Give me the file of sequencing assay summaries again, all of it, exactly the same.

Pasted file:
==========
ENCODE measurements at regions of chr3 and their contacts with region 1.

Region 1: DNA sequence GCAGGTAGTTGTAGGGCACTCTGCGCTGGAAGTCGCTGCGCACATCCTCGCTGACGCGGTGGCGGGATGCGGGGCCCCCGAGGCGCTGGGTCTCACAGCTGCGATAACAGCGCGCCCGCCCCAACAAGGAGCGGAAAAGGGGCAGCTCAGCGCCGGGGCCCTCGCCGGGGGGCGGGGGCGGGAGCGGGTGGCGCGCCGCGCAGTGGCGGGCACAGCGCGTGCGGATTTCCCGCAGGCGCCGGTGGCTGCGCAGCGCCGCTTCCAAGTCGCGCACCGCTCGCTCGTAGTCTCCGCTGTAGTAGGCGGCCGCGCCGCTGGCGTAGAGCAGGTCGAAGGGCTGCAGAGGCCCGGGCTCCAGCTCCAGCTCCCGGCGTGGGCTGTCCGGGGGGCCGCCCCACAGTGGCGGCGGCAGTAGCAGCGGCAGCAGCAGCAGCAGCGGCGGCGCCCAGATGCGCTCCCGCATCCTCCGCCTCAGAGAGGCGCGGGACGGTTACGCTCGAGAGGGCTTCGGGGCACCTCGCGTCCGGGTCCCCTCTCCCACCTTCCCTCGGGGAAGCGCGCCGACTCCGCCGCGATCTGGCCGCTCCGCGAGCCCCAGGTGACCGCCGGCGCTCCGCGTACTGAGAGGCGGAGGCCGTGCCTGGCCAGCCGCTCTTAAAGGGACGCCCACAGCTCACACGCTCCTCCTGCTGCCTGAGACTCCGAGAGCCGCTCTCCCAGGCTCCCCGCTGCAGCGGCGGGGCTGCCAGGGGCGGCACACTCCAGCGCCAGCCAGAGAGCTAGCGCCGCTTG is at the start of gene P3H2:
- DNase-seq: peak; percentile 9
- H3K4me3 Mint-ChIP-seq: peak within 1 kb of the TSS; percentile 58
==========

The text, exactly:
ENCODE measurements at regions of chr3 and their contacts with region 1.

Region 1: DNA sequence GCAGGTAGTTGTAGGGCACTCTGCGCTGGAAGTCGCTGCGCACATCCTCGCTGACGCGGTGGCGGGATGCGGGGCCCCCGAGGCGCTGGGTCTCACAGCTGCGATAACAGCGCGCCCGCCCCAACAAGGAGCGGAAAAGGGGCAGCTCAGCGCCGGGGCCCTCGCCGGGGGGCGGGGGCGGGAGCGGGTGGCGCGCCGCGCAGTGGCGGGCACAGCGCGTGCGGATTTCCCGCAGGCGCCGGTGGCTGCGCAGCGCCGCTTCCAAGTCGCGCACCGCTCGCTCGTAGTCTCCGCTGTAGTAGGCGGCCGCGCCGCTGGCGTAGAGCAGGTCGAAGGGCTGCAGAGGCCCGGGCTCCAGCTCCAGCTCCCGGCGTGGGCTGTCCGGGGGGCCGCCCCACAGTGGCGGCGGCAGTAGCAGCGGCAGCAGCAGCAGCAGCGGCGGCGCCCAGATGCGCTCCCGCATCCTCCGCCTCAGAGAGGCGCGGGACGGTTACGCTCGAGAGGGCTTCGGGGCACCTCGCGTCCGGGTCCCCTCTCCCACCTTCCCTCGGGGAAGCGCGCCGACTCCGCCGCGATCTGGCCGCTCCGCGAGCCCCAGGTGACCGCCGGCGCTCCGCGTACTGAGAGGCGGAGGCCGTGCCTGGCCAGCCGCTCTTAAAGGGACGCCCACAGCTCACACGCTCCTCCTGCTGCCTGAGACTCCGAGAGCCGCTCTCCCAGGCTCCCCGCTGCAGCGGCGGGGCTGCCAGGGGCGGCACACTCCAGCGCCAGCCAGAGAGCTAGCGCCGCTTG is at the start of gene P3H2:
- DNase-seq: peak; percentile 9
- H3K4me3 Mint-ChIP-seq: peak within 1 kb of the TSS; percentile 58